Customer service and the economy

My employer is going through some tough times due to our struggling economy and some past business decisions. This has resulted in a number of departments being lost and many people taking advantage of the buyout offer. Good for them but not so good for those left behind which means less people to service our clients. Times are tough for most businesses these days but the knee-jerk reaction by many businesses feeling the pinch is to reduce the number of employees and save money in as many ways as possible. That’s understandable but what does in mean for our customers? Our service levels have decreased as phone calls are now routed to a different part of the country, there’s less support and sales staff to offer basic levels of service by phone or email and our customers are becoming more frustrated as they try to do business with a company that’s cutting corners and reducing costs in any way possible.Customer Service
Most of my employer’s problems were caused by events that unfolded before the economic downturn but were exacerbated by our floundering economy and I’m hopeful they can find a way out. But our customers should come first. They pay the bills and deserve a level of service commensurate with the fees we charge for our service. To be fair, this is happening in businesses all over the country and my employer is doing what they need to do to survive but isn’t there a better way? Isn’t this the time to shine and go above and beyond for our customers? Hopefully the economy will recover before it’s too late to change.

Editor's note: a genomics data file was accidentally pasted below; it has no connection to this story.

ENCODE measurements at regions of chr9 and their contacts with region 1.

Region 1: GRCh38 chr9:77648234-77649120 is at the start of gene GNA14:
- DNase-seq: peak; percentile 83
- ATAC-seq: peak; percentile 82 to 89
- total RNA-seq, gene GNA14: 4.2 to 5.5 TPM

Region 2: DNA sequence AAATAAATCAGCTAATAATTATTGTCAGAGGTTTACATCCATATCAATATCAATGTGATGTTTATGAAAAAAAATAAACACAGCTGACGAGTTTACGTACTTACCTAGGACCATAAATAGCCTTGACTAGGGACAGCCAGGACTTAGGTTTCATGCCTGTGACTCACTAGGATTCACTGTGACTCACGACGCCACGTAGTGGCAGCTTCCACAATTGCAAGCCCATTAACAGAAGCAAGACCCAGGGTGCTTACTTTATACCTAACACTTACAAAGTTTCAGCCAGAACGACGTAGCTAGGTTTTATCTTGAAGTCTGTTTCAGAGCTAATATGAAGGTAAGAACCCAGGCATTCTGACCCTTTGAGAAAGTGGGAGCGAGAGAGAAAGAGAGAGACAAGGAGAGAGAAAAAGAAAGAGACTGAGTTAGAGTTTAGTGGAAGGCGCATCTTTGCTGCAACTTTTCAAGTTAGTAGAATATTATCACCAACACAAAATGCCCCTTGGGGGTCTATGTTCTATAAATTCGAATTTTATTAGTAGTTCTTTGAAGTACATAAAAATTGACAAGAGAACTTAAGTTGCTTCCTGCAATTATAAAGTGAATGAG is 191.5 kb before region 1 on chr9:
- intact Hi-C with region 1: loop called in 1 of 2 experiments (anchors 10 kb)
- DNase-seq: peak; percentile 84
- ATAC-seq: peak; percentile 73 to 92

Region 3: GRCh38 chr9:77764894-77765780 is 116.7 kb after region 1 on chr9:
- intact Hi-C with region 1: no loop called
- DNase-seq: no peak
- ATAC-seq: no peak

R&O

  2Comments

  1. Francis Lemieux   •  

    Recently I have noticed the word “service” being used as a verb. Although looking at the dictionary, I am not sure if this is grammatically incorrect, but I think that the word “serve” would be a better choice here. The reason I say this is because when I see the word “service” as in “to service a customer” I always think of the veterinary connotation of the verb “service” as in the insemination service performed by a race horse or prize bull rather the service a customer might expect from a business.

    • admin   •     Author

      Well, I suppose I *did* ask for comments. 🙂

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